Russia Prolongs Evan Gershkovich’s Detention
A Moscow court on Tuesday extended the incarceration of Wall Street Journal writer Evan Gershkovich until at least January 30, 2024, prolonging his confinement since March this year on spying accusations.
The Lefortovo District Court in Moscow did not provide details on its decision to keep the U.S. journalist behind bars.
The Russian Federal Security Service arbitrarily arrested Gershkovich on March 29, 2023, accusing him of gathering 'state secrets' on behalf of the United States while reporting from the Russian city of Yekaterinburg.
Evan Gershkovich, 31, worked for various media outlets before relocating to Russia in 2017 to serve as a Russia-accredited journalist.
Over the past year, he has been a correspondent for The Wall Street Journal, covering topics such as mobilization, sanctions and their impact on the economy and people, Russia’s increasing isolation, and the government’s attempts to suppress anti-war activism following the Russian invasion of Ukraine in February 2022.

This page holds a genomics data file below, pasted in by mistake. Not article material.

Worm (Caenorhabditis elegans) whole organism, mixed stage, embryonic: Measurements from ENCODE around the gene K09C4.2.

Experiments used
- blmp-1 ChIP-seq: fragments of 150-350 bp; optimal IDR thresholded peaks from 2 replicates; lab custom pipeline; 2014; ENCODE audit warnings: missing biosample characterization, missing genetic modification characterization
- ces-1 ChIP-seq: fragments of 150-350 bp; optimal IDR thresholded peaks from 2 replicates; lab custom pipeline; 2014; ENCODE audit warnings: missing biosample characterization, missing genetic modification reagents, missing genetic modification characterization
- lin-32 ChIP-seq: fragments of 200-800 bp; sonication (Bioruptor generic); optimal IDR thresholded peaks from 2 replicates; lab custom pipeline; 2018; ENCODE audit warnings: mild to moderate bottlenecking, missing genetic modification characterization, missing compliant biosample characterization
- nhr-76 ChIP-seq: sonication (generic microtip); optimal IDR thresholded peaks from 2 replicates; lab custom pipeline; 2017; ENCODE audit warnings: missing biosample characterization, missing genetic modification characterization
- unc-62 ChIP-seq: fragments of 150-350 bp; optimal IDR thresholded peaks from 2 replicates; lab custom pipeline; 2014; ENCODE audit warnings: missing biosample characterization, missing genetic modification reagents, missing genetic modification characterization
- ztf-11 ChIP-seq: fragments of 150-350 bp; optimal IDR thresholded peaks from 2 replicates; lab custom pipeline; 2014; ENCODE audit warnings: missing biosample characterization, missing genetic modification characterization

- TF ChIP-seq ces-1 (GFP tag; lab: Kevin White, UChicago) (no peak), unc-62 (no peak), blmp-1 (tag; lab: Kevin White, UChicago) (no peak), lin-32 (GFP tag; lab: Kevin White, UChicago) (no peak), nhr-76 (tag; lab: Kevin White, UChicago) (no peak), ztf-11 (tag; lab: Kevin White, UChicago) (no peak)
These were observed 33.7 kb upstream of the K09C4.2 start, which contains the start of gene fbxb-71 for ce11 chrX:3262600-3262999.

Despite calls from numerous international organizations urging Russian authorities to release Gershkovich, the Kremlin regime ignored those demands.
Earlier this year, in July, United Nations human rights experts called for Gershkovich’s immediate release, claiming that the prosecution has never publicly presented any evidence to substantiate this severe claim and that his detention appeal was denied.
“The arrest and indictment of Gershkovich on serious criminal charges, which could lead to 20 years in a penal colony, is an example of the severe clampdown on freedom of opinion and expression and on independent journalism in Russia since the full-scale invasion of Ukraine,” said Mariana Katzarova, Special Rapporteur on the situation of human rights in the Russian Federation, and Irene Khan, Special Rapporteur on the right to freedom of opinion and expression.
They stressed that Gershkovich’s arrest is actually the first time that Russian authorities have charged a U.S. journalist with espionage since the Soviet era, sending a “chilling message to all foreign journalists, and indeed to all journalists in Russia.”